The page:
Labour leader Ed Miliband has declared his ambition to "rebuild Britain as One Nation", as he seeks to place his party firmly in the political centre ground.
The One Nation slogan was first used by Conservative prime minister Benjamin Disraeli in the 19th century and has long been linked with the political centre-right, and Mr Miliband made no bones about the fact that he was stealing it from the Tories.
David Cameron has lost the right to call himself a One Nation Prime Minister or claim that "we are all in this together" because of the way he has governed and his decision to hand tax cuts to millionaires while cutting services and benefits for the poor, he said.
Delivering his keynote speech without notes to Labour's annual conference, Mr Miliband explained how his upbringing as the child of Jewish refugees from Nazism and a comprehensive schoolboy in north London helped to form his political beliefs.
In deeply personal passages, the self-professed atheist described himself as a "person of faith", whose faith was not in a religion but in a shared value system which involves the duty to work together to make the country better and never to shrug his shoulders at injustice.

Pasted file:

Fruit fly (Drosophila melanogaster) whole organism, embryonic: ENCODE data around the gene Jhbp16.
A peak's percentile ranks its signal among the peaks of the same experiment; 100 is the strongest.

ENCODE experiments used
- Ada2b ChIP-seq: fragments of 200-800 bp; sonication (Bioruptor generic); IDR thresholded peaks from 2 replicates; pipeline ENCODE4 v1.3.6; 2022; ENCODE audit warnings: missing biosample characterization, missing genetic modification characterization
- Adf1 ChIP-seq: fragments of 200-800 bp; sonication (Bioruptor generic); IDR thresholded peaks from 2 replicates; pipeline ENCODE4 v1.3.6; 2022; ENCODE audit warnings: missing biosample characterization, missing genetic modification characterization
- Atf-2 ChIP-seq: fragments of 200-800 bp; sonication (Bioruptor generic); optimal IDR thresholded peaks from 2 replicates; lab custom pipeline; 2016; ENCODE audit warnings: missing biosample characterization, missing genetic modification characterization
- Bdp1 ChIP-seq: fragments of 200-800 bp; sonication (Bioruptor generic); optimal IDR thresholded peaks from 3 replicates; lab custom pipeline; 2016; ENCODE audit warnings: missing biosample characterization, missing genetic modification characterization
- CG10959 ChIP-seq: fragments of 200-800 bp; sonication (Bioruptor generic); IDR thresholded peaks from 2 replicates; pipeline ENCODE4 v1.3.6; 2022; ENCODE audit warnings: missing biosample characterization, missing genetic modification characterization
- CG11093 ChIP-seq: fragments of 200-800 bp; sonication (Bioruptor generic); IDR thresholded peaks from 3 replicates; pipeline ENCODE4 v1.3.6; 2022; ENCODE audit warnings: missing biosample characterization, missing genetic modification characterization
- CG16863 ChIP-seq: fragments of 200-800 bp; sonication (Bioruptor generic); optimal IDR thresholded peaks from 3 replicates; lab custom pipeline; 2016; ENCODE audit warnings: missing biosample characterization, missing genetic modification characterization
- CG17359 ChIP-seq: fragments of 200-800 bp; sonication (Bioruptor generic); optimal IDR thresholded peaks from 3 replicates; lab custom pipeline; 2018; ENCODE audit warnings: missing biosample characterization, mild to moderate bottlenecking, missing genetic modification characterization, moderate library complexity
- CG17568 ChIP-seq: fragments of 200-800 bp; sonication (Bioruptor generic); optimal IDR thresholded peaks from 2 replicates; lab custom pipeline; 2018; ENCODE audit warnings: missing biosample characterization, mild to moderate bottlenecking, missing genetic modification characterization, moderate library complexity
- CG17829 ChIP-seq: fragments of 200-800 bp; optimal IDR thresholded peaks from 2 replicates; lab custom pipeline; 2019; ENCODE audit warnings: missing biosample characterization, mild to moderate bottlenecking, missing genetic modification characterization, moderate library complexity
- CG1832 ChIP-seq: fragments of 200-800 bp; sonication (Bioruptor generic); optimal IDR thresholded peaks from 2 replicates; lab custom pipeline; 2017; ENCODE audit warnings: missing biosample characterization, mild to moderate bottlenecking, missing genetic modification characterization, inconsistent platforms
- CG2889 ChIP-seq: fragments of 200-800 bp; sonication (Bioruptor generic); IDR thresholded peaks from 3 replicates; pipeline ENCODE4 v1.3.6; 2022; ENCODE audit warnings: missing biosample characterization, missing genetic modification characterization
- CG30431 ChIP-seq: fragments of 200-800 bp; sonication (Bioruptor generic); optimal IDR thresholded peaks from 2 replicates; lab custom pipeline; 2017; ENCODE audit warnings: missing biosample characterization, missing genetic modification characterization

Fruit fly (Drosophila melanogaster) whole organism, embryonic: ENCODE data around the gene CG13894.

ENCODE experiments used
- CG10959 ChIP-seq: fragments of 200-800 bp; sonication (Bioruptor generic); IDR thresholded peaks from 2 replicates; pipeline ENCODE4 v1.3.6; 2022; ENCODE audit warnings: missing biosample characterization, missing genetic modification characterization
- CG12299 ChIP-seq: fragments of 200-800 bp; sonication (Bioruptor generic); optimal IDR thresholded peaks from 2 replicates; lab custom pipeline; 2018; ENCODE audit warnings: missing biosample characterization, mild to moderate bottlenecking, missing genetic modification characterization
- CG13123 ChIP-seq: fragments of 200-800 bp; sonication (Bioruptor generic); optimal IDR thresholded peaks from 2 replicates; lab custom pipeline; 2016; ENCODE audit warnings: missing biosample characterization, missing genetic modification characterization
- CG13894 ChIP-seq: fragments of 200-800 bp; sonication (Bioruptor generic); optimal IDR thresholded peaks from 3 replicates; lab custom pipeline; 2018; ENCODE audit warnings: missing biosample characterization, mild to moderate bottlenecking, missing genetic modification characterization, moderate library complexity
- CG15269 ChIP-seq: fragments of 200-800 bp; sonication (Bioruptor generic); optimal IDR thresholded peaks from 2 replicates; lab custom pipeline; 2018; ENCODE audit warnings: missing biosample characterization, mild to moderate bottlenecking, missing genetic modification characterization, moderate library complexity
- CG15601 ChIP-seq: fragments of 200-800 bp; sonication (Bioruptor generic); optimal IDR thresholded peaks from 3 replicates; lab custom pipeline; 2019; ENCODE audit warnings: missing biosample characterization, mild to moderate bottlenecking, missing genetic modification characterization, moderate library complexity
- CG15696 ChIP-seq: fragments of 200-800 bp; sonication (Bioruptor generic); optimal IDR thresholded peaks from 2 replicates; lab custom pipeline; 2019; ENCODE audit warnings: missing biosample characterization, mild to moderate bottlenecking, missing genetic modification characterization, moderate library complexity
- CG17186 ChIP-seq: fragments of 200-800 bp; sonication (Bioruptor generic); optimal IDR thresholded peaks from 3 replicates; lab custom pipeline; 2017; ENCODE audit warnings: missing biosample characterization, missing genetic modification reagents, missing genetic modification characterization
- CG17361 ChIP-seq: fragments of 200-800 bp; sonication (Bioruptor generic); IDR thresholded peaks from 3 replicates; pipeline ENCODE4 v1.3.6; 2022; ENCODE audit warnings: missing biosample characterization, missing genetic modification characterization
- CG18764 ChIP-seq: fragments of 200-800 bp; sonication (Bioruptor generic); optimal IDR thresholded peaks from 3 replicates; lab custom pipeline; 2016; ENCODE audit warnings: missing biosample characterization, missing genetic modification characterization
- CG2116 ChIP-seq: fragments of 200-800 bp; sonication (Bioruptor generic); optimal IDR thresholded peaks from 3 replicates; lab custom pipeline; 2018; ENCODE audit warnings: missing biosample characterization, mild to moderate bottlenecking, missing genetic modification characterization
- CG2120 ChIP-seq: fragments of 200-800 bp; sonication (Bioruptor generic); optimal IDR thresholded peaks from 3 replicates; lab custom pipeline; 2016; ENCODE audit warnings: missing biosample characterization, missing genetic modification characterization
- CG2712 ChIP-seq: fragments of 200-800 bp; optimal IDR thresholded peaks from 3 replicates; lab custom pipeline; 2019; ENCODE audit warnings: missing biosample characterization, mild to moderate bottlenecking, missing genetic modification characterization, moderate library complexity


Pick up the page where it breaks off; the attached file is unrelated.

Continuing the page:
Mr Miliband said that Britain's One Nation spirit was shown in the Second World War, when people of all backgrounds worked together to defeat Hitler's Germany, and in the post-war era of Labour prime minister Clement Attlee, when they worked together to rebuild the battered country.
He stressed that he was not offering a return to the politics of Attlee or Disraeli, but calling upon the country to show the same spirit in rebuilding Britain's economic prosperity in the wake of the financial collapse and recession.
Britain has overcome its greatest challenges by coming together as one nation in the past, and can overcome the challenges of 2012 by doing the same now, he said.
He set out his proposals for a One Nation banking system, in which deposits left by ordinary savers in high street branches cannot be used in the "casino" activities of the same bank's trading arm; One Nation education, providing a "gold standard" vocational education with English and maths to 18 for children who are not going to university; and One Nation business, with reforms to takeover rules and shareholder rights to encourage long-term investment.
Aides said that Mr Miliband wrote the speech himself over the course of the past few weeks, and decided to deliver it without notes to achieve a more direct and authentic connection with his audience in the hall and at home watching on television.